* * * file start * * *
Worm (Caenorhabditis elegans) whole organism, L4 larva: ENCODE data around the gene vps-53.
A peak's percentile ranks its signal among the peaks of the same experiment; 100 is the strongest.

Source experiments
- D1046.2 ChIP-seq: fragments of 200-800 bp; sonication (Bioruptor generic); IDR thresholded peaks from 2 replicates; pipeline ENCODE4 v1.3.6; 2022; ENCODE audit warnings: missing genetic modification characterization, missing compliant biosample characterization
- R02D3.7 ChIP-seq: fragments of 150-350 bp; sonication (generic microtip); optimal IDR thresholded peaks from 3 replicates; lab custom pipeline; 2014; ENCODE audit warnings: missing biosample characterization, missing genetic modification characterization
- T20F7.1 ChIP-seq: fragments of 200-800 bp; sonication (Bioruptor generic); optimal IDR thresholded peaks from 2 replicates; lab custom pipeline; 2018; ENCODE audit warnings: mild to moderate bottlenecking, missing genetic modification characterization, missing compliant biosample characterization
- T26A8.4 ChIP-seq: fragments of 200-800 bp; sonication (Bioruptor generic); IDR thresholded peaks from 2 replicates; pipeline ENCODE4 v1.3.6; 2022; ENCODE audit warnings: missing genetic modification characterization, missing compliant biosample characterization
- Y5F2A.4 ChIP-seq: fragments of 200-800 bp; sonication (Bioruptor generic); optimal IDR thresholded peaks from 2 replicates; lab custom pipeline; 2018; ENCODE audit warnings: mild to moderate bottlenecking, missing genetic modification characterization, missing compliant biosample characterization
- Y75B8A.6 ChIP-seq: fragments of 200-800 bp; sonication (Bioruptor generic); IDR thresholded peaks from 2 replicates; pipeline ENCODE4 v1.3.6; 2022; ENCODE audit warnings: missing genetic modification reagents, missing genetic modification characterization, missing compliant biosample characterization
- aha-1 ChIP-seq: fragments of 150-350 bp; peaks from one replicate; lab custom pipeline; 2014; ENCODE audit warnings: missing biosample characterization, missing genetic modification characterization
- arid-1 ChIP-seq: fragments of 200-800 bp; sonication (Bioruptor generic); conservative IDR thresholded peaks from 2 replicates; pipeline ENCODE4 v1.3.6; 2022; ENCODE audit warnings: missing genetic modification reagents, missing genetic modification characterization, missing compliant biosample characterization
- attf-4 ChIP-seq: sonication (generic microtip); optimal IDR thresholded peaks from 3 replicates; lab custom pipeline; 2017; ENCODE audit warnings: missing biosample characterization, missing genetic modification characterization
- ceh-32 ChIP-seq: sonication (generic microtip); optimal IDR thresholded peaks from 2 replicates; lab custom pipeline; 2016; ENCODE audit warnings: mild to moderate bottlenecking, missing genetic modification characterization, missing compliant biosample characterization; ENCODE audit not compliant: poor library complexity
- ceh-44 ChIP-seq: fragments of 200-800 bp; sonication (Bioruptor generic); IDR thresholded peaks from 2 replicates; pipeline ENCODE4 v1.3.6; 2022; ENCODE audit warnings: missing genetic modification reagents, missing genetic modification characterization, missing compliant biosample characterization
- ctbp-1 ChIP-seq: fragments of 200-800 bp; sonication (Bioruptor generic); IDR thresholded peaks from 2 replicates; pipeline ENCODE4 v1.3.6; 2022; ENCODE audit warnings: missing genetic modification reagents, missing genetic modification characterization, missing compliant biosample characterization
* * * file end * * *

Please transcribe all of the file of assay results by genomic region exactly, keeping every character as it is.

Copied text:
Worm (Caenorhabditis elegans) whole organism, L4 larva: ENCODE data around the gene vps-53.
A peak's percentile ranks its signal among the peaks of the same experiment; 100 is the strongest.

Source experiments
- D1046.2 ChIP-seq: fragments of 200-800 bp; sonication (Bioruptor generic); IDR thresholded peaks from 2 replicates; pipeline ENCODE4 v1.3.6; 2022; ENCODE audit warnings: missing genetic modification characterization, missing compliant biosample characterization
- R02D3.7 ChIP-seq: fragments of 150-350 bp; sonication (generic microtip); optimal IDR thresholded peaks from 3 replicates; lab custom pipeline; 2014; ENCODE audit warnings: missing biosample characterization, missing genetic modification characterization
- T20F7.1 ChIP-seq: fragments of 200-800 bp; sonication (Bioruptor generic); optimal IDR thresholded peaks from 2 replicates; lab custom pipeline; 2018; ENCODE audit warnings: mild to moderate bottlenecking, missing genetic modification characterization, missing compliant biosample characterization
- T26A8.4 ChIP-seq: fragments of 200-800 bp; sonication (Bioruptor generic); IDR thresholded peaks from 2 replicates; pipeline ENCODE4 v1.3.6; 2022; ENCODE audit warnings: missing genetic modification characterization, missing compliant biosample characterization
- Y5F2A.4 ChIP-seq: fragments of 200-800 bp; sonication (Bioruptor generic); optimal IDR thresholded peaks from 2 replicates; lab custom pipeline; 2018; ENCODE audit warnings: mild to moderate bottlenecking, missing genetic modification characterization, missing compliant biosample characterization
- Y75B8A.6 ChIP-seq: fragments of 200-800 bp; sonication (Bioruptor generic); IDR thresholded peaks from 2 replicates; pipeline ENCODE4 v1.3.6; 2022; ENCODE audit warnings: missing genetic modification reagents, missing genetic modification characterization, missing compliant biosample characterization
- aha-1 ChIP-seq: fragments of 150-350 bp; peaks from one replicate; lab custom pipeline; 2014; ENCODE audit warnings: missing biosample characterization, missing genetic modification characterization
- arid-1 ChIP-seq: fragments of 200-800 bp; sonication (Bioruptor generic); conservative IDR thresholded peaks from 2 replicates; pipeline ENCODE4 v1.3.6; 2022; ENCODE audit warnings: missing genetic modification reagents, missing genetic modification characterization, missing compliant biosample characterization
- attf-4 ChIP-seq: sonication (generic microtip); optimal IDR thresholded peaks from 3 replicates; lab custom pipeline; 2017; ENCODE audit warnings: missing biosample characterization, missing genetic modification characterization
- ceh-32 ChIP-seq: sonication (generic microtip); optimal IDR thresholded peaks from 2 replicates; lab custom pipeline; 2016; ENCODE audit warnings: mild to moderate bottlenecking, missing genetic modification characterization, missing compliant biosample characterization; ENCODE audit not compliant: poor library complexity
- ceh-44 ChIP-seq: fragments of 200-800 bp; sonication (Bioruptor generic); IDR thresholded peaks from 2 replicates; pipeline ENCODE4 v1.3.6; 2022; ENCODE audit warnings: missing genetic modification reagents, missing genetic modification characterization, missing compliant biosample characterization
- ctbp-1 ChIP-seq: fragments of 200-800 bp; sonication (Bioruptor generic); IDR thresholded peaks from 2 replicates; pipeline ENCODE4 v1.3.6; 2022; ENCODE audit warnings: missing genetic modification reagents, missing genetic modification characterization, missing compliant biosample characterization